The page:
Referring, now, to FIG. 1, there is shown an oscillation counting timer as a preferred embodiment of this invention, which includes an oscillator 1 for developing outputs or a pulse train, a frequency divider 2 for dividing the frequency of the pulse train, a counter 3 which on counting a predetermined number of outputs of the divider 2 generates an output, an output circuit 4 which in response to the output from the counter 3 switches a load (not shown) connected thereto, a reset circuit 5, and a pair of time range setting switches 90 and 91 for selecting a couple of dividing factors of the divider 2. In FIG. 2 there is illustrated in detail the frequency divider 2 having an input terminal 6 connected to the oscillator 1 and an output terminal 7 connected to the counter 3. The frequency divider 2 consists of dividing circuits 12, 13 and 14 with the respective dividing factors 1/2, 1/5 and 1/2, a multiplexer 15 for selecting one of signals divided by the factors 1/1, 1/2, 1/10 and 1/20 in accordance with a logic input applied to input terminals 8 and 9, dividing circuits 16, 17 and 18 with the respective dividing factors 1/60, 1/60 and 1/24, and a multiplexer 19 for selecting one of signals divided by the factors 1/1, 1/60, 1/(60×60) and 1/(60×60×24) in accordance with a logic input applied to input terminals 10 and 11. In FIG. 7 the multiplexer 15 is exemplarily illustrated in detail, which includes AND-gates 51 to 54, an OR-gates 55, and inverters 56 and 57. If both input terminals 15f and 15g are at low levels, a signal at terminal 15a appears at output terminal 15e. If the terminals 15f and 15g are at low and high levels, respectively, a signal at terminal 15b appears at the terminal 15e. Thus, by applying a high or low signal to the input terminals 15f and 15g, one of input signals at the terminals 15a to 15d is selected to appear at the terminal 15e. The multiplexer 19 employs the same circuit as that of FIG. 7, and by applying a high or low signal to input terminals 10 and 11, one of signals at terminals 19a to 19d is selected to appear at terminal 7. The outputs from the oscillator 1 are applied to the respective terminals 15a, 15b, 15c and 15d at the dividing factors of 1/1, 1/2, 1/(2×5) and 1/(2×5×2), so that in accordance with the logic signals at the terminals 8 and 9, the multiplexer 15 selects a multiplying factor of a time range of the timer. The outputs from the multiplexer 15 are applied to the respective terminals 19a, 19b, 19c and 19d at the dividing factors of 1/1, 1/60, 1/(60×60) and 1/(60×60×24), so that in accordance with the logic signals at the terminals 10 and 11, the multiplexer 19 selects a time unit of a time range of the timer. The time range setting switch 90 is coupled to the terminals 8 and 9 to select a multiplying factor, and the switch 91 is coupled to the terminals 10 and 11 to select a time unit.
Thus, the timer of FIG. 1 performs the sixteen time ranges as shown in the following table:
TABLE I______________________________________ X 1 5 10 0.5 (8 = L (8 = H (8 = HY (8 = L 9 = L) 9 = H) 9 = L) 9 = H)______________________________________SEC 0.5 sec 1 sec 5 sec 10 sec(10 = L 11 = L)MIN 0.5 min 1 min 5 min 10 min(10 = L 11 = H) (30 sec)HOUR 0.5 hour 1 hour 5 hour 10 hour(10 = H 11 = L) (30 min)DAY 0.5 day 1 day 5 day 10 day(10 = H 11 = H) (12 hour)______________________________________ X: Multiple Factor Y: Time Unit
In Table 1, the numerals "8" and "9" in the first row and the numerals "10" and "11" in the first column represent terminals 8 and 9 and terminals 10 and 11 of FIG. 2, and "L" and "H" represent a low level signal and a high level signal applied to the respective terminals 8 to 11. For instance, if the terminals 8 and 10 are supplied with a low level signal and the terminals 9 and 11 are supplied with a high level signal, the timer of FIG. 1 is set into the time range of 1 minute.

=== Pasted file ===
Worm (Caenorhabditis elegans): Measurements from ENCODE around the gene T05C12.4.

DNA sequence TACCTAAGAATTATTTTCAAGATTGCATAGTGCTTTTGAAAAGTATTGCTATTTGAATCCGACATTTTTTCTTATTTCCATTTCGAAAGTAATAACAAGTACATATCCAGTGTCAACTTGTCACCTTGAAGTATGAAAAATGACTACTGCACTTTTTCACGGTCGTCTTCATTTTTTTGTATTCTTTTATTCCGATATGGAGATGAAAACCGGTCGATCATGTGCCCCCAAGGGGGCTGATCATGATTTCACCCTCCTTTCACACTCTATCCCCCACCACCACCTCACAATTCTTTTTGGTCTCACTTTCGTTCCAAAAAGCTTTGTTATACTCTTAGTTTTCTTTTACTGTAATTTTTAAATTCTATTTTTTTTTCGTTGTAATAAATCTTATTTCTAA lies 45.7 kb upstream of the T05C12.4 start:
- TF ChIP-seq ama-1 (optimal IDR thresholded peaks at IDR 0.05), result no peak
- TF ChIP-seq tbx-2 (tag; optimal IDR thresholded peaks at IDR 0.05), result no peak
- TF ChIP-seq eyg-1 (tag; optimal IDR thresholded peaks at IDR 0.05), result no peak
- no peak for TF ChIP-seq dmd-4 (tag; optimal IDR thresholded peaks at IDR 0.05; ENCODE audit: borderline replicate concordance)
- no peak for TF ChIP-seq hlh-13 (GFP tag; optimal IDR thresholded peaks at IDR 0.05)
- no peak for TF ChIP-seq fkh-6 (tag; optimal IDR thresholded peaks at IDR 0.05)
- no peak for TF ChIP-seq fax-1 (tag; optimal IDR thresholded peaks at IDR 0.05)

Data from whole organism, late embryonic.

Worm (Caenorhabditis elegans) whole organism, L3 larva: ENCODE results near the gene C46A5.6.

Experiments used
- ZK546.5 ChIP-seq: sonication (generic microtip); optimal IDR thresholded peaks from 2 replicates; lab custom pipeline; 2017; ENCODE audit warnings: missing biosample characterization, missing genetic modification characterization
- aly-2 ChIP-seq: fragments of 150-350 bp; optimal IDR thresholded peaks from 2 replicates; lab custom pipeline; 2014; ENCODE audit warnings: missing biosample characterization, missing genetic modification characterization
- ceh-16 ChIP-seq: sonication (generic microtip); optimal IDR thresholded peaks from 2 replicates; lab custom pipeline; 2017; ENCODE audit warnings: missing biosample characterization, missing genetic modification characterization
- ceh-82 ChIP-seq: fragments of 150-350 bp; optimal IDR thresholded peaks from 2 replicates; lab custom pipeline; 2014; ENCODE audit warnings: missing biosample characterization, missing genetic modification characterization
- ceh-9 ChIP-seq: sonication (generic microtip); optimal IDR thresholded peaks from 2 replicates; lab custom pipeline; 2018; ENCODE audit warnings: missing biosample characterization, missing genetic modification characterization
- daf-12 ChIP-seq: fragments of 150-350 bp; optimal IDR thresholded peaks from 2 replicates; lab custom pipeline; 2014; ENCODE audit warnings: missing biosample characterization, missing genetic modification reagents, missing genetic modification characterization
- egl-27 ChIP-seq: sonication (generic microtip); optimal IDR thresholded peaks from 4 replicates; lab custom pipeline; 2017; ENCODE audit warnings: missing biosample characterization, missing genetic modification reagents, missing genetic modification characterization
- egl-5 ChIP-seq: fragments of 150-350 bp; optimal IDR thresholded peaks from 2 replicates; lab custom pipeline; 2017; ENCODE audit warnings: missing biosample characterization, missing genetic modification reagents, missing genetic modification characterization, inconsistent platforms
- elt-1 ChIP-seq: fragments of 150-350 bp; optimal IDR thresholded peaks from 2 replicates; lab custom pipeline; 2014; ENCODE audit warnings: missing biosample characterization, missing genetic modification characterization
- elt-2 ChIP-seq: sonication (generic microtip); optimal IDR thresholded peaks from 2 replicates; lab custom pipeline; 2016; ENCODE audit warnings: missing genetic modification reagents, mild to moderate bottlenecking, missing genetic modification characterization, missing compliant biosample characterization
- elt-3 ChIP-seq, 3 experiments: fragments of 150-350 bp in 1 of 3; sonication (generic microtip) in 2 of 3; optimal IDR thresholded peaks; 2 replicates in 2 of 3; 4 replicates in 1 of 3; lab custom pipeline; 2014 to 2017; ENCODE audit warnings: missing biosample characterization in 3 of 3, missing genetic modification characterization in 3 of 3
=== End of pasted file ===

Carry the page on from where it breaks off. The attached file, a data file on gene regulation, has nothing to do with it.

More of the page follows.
FIG. 3 is a front view of an operation panel of the timer, which includes a window 21 in case 21' for displaying a time multiplying factor ("5" in FIG. 3) and a window 22 for displaying a time unit ("sec" in FIG. 3). Thus, simply by changing the time multiplying factor and time unit in the windows 21 and 22, the time scale on the operation panel can be used in common for the sixteen time ranges in Table 1. In FIG. 4 there is shown a time scale plate 40 mounted on the panel in FIG. 3 which is used in common for the sixteen time ranges. Manually adjustable control 40' is used for setting the desired time.
In FIG. 5 there are shown the time range setting switches 90 and 91 which employ set keys 23 and 24. The set keys 23 and 24 are prepared for each multiplying factor and for each time unit listed in Table 1, and marked in the designations of the respective multiplying factors and time units. Moreover, they have distinct configurations of inserting portions (23a, 24a) to specify their multiplying factors or time units. If the set keys 23 and 24 are inserted into the windows 21 and 22, their inserting portions 23a and 24a actuate the respective switches 90 and 91 which are installed inside the windows 21 and 22 so that predetermined logic signals corresponding to the respective set keys 23 and 24 may be applied to the terminals 8 to 11.
Alternatively, the time range setting switches 90 and 91 may employ a pair of rotary switches (31) and rotary indication disks (30) fixed to rotary shafts (31a) of the rotary switches (31) as shown in FIG. 6. The rotary switches (31) are installed inside the windows 21 and 22. The rotary shafts (31a) of the switches are adapted to be rotated by an external driver 34 so as to select a multiplying factor and a time unit for indication in the windows 21 and 22 and for application of predetermined logic signals to the terminals 8 to 11.
Thus, the electronic timer according to this invention includes a pair of selecting circuits for selecting a time multiplying factor and a time unit, and a pair of switches upon changing an indication in a display window for changing a logic signal as a selecting signal applied to the selecting circuits, so that a single time scale plate on an operation panel of the timer can be used for a great number of time ranges in common.
It should be understood that the above description is merely illustrative of this invention and that many changes and modifications may be made by those skilled in the art without departing from the scope of the appended claims.